SAN MATEO, Calif. (Legal Newsline) - A California physicians organization, along with the California Medical Association, wants the state Supreme Court to review a decision by two lower courts that state law does not require physician supervision of nurse anesthetists.

The California Society of Anesthesiologists said Monday it plans to request a review by the state's high court in CSA and CMA v. Schwarzenegger.

Last month, a state appeals court affirmed the San Francisco City and County Superior Court's December 2010 decision in the case.

In order for hospitals, ambulatory surgical centers and critical access hospitals to receive reimbursement under Medicare when a certified registered nurse anesthetist, or CRNA, administers anesthesia, federal regulations require that the CRNA must be supervised by a physician.

However, other federal regulations provide that a state's governor has the discretion to make a request on behalf of the State to opt out of the physician supervision requirement after concluding, among other things, that the opt out is consistent with state law.

On June 10, 2009, former Gov. Arnold Schwarzenegger exercised his discretion under federal law and opted California out of the federal physician supervision Medicare reimbursement requirement.

Eight months later, the CSA and CMA filed a petition for writ of mandate and request for declaratory relief contending that the governor "acted contrary to California laws that prohibit CRNAs from administering anesthesia without physician supervision."

The CSA and CMA requested that a writ of mandate issue "commanding (the governor) to withdraw 'opt-out' letter" and for the superior court to declare that "opting out of the requirement that CRNAs be supervised by physicians was not and is not consistent with California law."

Their writ petition was followed by a motion for summary judgment, which included the same arguments.

The superior court, in its Dec. 27, 2010 ruling, declined to issue a writ of mandate or to grant the two organizations' motion for summary judgment. Instead, it concluded that the governor did not abuse his discretion in determining that the opt out was consistent with state law.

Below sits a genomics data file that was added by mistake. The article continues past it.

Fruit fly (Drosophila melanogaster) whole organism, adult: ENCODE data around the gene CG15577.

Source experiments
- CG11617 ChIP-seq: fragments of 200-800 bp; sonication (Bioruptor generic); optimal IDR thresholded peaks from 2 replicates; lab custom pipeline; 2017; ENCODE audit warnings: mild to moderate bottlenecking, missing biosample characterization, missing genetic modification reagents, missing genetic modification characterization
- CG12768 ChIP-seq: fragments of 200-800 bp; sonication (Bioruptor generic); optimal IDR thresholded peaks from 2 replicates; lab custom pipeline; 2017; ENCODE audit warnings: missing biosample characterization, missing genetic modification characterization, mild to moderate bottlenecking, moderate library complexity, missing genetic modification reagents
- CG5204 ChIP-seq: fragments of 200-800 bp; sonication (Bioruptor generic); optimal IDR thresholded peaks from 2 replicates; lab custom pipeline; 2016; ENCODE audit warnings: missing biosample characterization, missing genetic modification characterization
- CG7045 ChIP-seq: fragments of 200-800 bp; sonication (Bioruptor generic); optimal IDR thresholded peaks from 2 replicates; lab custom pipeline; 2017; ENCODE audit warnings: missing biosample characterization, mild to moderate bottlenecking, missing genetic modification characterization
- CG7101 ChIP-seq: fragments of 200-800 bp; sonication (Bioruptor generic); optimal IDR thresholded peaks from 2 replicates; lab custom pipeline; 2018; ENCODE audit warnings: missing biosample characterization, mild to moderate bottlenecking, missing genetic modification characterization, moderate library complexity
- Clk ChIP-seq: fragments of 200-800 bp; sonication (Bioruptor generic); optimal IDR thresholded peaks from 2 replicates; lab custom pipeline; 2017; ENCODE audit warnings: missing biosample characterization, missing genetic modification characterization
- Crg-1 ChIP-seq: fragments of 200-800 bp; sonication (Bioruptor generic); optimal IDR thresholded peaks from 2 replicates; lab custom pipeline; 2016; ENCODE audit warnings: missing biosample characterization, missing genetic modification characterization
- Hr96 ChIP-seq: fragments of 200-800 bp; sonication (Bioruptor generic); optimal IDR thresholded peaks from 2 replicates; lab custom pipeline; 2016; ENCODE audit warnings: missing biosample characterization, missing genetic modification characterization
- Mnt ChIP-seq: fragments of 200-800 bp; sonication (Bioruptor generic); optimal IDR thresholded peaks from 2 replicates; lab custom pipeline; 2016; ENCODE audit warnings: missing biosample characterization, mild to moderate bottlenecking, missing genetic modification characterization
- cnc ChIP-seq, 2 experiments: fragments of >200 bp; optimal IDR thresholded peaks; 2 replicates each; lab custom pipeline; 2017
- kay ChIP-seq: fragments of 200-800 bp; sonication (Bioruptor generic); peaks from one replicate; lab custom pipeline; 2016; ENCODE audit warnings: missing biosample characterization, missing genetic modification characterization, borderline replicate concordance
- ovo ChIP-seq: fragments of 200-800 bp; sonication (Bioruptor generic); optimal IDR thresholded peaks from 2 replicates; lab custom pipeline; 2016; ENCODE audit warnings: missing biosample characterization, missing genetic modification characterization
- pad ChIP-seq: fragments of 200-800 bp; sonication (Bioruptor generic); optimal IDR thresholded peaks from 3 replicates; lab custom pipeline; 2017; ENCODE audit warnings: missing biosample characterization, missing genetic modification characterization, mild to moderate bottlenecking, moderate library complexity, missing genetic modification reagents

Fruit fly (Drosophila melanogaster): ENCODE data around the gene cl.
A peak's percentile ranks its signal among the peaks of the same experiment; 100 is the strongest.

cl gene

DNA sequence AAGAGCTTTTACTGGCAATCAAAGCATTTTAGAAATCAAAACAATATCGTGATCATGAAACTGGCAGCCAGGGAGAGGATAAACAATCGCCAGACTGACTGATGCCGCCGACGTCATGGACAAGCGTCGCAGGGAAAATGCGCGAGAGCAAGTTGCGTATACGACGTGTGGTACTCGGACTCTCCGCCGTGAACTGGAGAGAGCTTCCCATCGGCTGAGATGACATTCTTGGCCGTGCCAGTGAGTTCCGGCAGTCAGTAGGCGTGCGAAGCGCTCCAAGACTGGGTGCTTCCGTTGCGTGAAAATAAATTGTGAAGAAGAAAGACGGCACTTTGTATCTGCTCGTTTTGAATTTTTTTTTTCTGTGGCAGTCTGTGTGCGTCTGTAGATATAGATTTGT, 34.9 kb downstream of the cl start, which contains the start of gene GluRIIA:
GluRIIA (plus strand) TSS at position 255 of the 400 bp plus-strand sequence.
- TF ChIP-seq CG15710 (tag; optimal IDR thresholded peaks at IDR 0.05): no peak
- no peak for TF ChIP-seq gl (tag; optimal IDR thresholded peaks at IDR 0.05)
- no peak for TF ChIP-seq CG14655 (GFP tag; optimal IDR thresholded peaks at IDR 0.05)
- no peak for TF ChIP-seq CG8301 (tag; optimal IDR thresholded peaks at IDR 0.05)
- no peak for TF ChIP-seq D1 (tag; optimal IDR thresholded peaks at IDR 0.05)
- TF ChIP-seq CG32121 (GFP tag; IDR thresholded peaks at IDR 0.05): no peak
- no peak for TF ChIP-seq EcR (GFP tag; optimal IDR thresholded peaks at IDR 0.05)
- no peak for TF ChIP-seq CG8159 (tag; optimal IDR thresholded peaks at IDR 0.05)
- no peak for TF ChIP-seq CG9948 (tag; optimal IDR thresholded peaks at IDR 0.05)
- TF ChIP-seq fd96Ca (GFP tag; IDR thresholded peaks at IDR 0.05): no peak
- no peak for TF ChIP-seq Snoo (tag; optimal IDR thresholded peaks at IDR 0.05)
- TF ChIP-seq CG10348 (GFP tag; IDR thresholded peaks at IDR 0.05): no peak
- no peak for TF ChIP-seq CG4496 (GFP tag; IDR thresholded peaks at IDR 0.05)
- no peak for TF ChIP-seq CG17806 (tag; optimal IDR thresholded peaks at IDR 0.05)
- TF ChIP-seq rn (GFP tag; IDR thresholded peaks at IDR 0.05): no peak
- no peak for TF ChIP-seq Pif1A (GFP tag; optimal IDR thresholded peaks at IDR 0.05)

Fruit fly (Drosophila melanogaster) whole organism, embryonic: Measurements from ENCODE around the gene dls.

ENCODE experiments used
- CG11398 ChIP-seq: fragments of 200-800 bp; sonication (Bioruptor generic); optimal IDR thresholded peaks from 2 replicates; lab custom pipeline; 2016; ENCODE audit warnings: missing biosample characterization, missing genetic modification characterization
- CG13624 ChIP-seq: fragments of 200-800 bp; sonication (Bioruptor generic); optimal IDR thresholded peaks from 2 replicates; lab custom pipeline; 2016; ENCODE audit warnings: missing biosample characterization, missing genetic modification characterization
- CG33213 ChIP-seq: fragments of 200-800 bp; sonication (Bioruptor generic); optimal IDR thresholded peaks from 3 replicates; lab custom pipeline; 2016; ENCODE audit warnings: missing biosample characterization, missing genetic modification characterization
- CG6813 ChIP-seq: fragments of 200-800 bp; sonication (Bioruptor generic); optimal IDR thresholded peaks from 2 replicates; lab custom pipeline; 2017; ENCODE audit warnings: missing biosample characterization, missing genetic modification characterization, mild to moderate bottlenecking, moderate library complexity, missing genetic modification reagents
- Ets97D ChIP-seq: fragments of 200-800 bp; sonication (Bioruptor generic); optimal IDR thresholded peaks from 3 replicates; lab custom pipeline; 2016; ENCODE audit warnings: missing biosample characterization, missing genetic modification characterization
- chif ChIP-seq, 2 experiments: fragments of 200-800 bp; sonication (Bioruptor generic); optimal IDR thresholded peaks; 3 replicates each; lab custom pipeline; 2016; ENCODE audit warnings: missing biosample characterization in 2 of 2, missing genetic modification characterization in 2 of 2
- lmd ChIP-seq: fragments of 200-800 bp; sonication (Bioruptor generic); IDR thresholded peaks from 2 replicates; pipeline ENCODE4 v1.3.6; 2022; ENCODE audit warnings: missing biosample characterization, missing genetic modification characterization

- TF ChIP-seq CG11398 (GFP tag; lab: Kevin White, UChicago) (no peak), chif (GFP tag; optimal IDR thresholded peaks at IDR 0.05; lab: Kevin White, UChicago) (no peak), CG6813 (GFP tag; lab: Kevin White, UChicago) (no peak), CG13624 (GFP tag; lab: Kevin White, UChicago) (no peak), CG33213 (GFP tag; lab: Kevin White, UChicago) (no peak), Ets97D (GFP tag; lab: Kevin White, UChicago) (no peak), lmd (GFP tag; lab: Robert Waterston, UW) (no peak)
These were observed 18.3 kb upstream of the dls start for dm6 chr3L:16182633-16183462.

In its March 15 decision, the appeals court affirmed the superior court's ruling.

"In order for this court to find that the Governor abused his discretion in attesting that opting out of the federal Medicare physician supervision requirement was consistent with state law, we would have to ignore not just one, but multiple authoritative sources uniformly concluding that CRNAs are allowed to administer anesthesia in California without physician supervision," Presiding Justice Ignazio John Ruvolo wrote.

The CSA said Monday it believes the appeals court's ruling is "flawed" and should be overturned because "issues of substance" brought before the court were not addressed.

"A Supreme Court decision has the potential for far-reaching implications for the citizens of California and beyond," the organization said in a news release. "The question is whether or not physician supervision of advanced practice nurses should be preserved.

"How is the imperative 'that nurses should practice to the full extent of their education and training' to be balanced against protecting the safety of the public from potential degradation in the quality of care rendered by practitioners who are less educated and trained than are physicians?"

In addition to pursuing the matter in court, the CSA said it and the CMA are looking into potential legislative remedies and initiatives.

The two organizations are also urging medical staffs to consider establishing bylaws that require physician supervision of nurses -- an option described in the federal opt-out regulations.

From Legal Newsline: Reach Jessica Karmasek by email at

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